Remember I gave Husband a garden for Valentine’s Day? Well, the first fruits of his labor are finally here. Husband picked these jewels this morning.

Guess what we are having for dinner? Tomatoes with basil, salt & pepper.  If we decide to get fancy I might even add a drizzle of olive oil.

What is your favorite way to enjoy garden fresh tomatoes?


Orecchiette with Broccoli Rabe, Italian Sausage & Sea Scallops

I love to send email photo updates to my friends while their children are playing at our house.  Friday night we were lucky to have one of our nearest and dearest here for a sleep over.  What follows is the exact email (names removed to protect the innocent) I sent to her mother.  Oh, and the recipe for the Orecchiette with Broccoli Rabe, Italian Sausage & Sea Scallops is, of course, available upon request.
To my good friend (and your husband to the extent that he is interested),
Please do not hate me for the blue eye shadow on your seven year old daughter.  It’s not like the girls are going anywhere and our only son is at a friend’s house.  Actually they got into my Bobbie Brown while I was making dinner.  Which is fine as I haven’t worn make up since child number three arrived on the scene.
Your daughter loved the pasta.  And the sausage.  The sea scallops not so much.  I tried my best to hide the blanched broccoli rabe because as we all know greens, especially those of the hand picked, organic variety are hardly appreciated by the under 40 crowd. Her gracious manners reflected those of her mother’s.  But truth be told, she could have spit every last bite out and I would have loved her all the same.  She took her Benadryl ***  and had dessert — a little chablis, I mean popsicle and a fake Oreo aka Newman O’s.
As I write this the girls are painting with non-toxic, semi-washable paints.  Hopefully not on my walls (Benjamin-Moore 0C-7).  There has been plenty of discourse as to whether or not Because of Winn-Dixie is an acceptable movie.  And by acceptable I mean likable.  If they do not agree that a movie is a perfectly reasonable Friday night entertainment option, I will let them wash the dishes and do 12 loads of laundry as an alternative.  Then I will be able to plop my advanced-maternal-aged ass down on the sofa and watch it for them.   For the record, I do not believe ironing is appropriate until children are at least 10 years old.  So rest assured all activities at our home are age appropriate.
Finally, I leave you with a photo of the man of our house.  Clearly he isn’t afforded the opportunity to eat very often so when a humble plate of pasta is placed before him he greets it with the enthusiasm of a child.  Well, not the enthusiasm of the children in this home as I’ve already expressed that the pasta was greeted with only  mediocre disdain.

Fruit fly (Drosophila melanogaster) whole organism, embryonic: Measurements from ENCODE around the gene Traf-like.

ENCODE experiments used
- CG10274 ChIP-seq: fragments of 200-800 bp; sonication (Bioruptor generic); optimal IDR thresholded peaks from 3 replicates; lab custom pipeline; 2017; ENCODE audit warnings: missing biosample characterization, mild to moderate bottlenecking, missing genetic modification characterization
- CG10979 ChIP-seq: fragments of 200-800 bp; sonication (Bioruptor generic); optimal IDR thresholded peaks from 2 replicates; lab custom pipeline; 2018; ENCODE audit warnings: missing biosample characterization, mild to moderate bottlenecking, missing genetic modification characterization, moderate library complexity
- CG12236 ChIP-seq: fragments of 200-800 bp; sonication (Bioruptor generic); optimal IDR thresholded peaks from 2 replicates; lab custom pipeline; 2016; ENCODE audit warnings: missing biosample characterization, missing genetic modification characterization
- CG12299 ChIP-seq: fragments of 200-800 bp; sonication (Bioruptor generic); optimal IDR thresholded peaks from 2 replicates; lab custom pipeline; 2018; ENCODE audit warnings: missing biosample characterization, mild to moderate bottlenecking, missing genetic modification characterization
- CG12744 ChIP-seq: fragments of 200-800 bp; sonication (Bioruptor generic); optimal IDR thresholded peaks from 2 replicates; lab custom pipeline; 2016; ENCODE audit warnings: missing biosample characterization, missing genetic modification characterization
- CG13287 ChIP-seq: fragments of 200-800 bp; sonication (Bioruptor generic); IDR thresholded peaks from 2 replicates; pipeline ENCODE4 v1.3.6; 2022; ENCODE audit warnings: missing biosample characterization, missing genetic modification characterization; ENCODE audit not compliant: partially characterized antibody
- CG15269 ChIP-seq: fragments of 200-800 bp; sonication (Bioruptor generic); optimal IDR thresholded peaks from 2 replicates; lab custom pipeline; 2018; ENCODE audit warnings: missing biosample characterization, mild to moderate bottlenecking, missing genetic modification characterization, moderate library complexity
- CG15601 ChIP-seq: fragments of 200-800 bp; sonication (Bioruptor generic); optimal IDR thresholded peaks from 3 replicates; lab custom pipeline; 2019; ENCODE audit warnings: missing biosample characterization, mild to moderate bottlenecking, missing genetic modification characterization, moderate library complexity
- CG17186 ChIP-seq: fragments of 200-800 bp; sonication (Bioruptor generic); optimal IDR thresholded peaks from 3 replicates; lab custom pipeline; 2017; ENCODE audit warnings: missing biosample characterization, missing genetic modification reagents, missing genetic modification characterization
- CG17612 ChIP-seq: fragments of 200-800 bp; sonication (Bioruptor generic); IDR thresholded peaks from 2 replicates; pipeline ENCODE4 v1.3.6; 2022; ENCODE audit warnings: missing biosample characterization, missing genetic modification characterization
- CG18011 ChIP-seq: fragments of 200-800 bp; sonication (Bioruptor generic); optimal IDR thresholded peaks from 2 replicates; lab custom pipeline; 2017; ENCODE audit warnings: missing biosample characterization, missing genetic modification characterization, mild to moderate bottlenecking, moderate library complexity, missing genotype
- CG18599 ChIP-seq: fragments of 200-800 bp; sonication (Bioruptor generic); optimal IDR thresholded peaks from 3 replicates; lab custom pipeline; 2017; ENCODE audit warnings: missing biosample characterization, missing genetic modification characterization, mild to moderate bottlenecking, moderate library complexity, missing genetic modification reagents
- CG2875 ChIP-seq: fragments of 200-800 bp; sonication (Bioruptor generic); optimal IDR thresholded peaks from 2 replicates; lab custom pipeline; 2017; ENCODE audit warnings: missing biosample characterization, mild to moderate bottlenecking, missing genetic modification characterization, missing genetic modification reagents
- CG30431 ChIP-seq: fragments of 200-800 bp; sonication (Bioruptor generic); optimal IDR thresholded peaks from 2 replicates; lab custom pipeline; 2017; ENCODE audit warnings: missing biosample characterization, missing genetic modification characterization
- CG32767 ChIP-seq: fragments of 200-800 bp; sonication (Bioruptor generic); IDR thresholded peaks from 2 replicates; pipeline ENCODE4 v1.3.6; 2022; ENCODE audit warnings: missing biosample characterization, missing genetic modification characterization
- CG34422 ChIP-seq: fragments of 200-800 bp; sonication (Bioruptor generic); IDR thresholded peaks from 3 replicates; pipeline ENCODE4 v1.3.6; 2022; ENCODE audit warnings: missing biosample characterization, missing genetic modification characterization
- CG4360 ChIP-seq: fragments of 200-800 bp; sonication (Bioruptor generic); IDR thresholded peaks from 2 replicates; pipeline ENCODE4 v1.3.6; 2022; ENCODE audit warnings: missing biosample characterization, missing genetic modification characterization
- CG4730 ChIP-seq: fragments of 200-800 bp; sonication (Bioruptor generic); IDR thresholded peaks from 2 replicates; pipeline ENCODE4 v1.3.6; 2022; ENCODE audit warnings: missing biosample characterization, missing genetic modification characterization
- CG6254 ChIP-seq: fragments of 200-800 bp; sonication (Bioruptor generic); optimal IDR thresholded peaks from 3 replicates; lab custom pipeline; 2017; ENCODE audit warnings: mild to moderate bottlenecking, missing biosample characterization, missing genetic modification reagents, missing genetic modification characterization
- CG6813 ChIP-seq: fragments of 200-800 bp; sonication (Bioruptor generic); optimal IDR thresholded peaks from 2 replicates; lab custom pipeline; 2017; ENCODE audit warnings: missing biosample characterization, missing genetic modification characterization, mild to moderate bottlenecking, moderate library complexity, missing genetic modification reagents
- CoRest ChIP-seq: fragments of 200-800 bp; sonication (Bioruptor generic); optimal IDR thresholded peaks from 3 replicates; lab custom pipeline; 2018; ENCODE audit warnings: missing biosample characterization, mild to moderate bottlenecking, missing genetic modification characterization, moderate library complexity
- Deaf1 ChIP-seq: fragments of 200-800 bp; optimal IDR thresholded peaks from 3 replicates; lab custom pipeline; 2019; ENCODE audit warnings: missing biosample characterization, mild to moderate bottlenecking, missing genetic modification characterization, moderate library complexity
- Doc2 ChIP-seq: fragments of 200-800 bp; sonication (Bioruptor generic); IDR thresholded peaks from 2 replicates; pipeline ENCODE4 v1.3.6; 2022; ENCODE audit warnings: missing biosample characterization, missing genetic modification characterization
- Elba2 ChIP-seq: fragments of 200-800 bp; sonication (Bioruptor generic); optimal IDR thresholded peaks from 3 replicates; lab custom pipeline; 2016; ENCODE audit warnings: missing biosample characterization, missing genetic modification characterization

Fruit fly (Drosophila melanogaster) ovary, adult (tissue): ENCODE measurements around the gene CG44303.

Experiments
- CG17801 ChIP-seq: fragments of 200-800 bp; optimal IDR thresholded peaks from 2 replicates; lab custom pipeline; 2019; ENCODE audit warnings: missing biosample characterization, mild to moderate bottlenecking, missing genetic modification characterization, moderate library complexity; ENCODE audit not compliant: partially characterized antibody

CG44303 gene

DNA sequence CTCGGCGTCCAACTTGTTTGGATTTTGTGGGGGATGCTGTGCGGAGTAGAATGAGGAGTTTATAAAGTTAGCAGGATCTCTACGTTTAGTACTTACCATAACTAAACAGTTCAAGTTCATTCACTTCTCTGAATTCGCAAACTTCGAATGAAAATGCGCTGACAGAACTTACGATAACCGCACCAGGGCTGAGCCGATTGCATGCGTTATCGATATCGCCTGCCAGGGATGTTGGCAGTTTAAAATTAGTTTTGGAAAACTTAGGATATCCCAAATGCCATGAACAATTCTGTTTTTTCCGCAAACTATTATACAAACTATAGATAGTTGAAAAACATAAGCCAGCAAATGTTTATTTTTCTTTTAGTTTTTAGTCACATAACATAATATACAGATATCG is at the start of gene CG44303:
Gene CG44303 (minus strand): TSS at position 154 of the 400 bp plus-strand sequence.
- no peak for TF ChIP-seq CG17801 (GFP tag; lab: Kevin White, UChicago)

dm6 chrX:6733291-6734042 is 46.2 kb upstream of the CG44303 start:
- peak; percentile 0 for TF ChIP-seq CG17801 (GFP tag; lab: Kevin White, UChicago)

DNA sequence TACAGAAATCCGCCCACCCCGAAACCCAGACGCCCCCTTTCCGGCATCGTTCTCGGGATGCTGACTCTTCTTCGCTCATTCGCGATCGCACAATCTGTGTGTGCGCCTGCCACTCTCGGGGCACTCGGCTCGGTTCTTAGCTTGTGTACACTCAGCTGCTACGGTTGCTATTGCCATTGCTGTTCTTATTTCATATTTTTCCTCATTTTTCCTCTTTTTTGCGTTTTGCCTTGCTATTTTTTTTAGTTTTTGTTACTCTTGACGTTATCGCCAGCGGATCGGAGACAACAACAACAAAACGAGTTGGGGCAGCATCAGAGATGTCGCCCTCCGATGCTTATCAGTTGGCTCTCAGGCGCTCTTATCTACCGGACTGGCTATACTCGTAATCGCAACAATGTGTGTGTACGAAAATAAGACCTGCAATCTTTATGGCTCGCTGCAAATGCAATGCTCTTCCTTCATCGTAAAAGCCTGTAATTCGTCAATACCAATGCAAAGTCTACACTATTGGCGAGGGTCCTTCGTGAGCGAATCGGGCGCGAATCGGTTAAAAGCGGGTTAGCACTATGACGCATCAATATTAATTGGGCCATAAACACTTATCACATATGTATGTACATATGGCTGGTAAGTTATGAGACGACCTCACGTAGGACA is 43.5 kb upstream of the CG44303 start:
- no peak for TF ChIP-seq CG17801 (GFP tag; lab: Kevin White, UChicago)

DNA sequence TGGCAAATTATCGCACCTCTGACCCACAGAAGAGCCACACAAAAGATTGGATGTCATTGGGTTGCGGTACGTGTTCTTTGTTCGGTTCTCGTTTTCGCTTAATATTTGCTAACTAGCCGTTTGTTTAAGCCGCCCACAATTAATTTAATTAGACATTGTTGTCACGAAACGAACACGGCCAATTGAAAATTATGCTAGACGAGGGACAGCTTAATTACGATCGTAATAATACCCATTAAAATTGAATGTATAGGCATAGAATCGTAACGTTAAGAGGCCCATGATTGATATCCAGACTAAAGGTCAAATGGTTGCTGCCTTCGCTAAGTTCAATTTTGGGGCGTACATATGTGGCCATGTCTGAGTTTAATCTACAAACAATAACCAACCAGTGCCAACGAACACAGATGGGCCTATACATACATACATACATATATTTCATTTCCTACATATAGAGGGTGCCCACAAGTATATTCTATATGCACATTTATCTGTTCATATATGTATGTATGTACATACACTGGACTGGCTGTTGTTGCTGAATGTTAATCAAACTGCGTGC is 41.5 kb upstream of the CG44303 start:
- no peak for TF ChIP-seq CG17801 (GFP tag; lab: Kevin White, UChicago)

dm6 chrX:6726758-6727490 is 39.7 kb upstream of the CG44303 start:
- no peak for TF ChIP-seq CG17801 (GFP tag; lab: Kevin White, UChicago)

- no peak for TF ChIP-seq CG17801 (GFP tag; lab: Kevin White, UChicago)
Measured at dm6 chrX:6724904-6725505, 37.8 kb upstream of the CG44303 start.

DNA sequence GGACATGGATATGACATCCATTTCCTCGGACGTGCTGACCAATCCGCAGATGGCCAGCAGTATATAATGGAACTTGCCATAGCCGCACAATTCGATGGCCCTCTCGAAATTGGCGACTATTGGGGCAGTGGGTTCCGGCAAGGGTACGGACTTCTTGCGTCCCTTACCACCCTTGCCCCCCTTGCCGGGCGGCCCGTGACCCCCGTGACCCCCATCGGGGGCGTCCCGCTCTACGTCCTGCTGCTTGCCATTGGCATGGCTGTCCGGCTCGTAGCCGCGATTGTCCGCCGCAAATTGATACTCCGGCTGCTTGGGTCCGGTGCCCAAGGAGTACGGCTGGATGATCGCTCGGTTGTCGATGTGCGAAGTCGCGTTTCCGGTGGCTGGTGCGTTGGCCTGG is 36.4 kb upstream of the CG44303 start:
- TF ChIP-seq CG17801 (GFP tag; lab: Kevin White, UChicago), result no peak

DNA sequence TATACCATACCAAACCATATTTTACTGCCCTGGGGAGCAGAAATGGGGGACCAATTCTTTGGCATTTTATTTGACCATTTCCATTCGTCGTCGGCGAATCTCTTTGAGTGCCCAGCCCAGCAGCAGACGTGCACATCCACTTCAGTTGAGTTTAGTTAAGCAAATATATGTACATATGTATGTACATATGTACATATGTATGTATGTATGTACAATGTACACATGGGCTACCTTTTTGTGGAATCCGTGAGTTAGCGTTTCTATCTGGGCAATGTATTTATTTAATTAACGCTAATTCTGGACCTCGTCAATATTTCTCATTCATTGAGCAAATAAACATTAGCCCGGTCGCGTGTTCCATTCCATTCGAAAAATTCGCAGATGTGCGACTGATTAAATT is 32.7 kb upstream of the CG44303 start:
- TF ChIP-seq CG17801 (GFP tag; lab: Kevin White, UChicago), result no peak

In closing, I promise there have been shrills, laughter, and only a few tears.  No worries as there was nothing truly insurance worthy.  Each of the four girls has shed a tear, I would be remiss not to admit this.  My own #3 was the first to cry.  Hearing a shrill that was Oscar worthy I dropped everything to race to her side only to find a spiral binder from the art room shelf had fallen upon her big toe.  Very soon after my #2 cried with a bellow that summoned a neighbor (two streets over who was also in search of wine) and alerted us to the fact that a marker top had busted her upper lip in two.  Gallons of blood and several transfusions later, she finished the butterfly and flower masterpiece she started.  Just as I thought the drama was limited to the daughters of The Schell Family, a tiny, barely audible, but clearly panicked cried came forth from the art room.  Your darling daughter suffered a scratch that only 5 choices of band-aids could cure.  Please believe me when I promise there is absolutely no chance of a staphylococcus (type) infection. ***
Alas, it is time to move on from my synopsis.  The girls have settled on a Disney movie and are happy as clams.  Littlest, however, has a poopy diaper that none of the older girls have volunteered to change.  I guess I have to draw the line somewhere on age appropriateness chores.  After all we are not the Duggars.
I hope you are having fun with the fifth grade boys at your house and I wonder how our experiences compare.  I wish you patience and fortitude of the red wine varietal.
Good night dearest of friends and thank you for trusting your littlest blessing with me.
*** Regarding the Benadryl — it has been approximately 2 hours since your daughter ingested the tiny grape pill and she is showing absolutely no signs of side-affects (sleepiness).  In regard to the scratch that required a choice of five band-aids, I cannot be responsible for any airborne or Oreo-type cookie induced infection that may or may-not occur.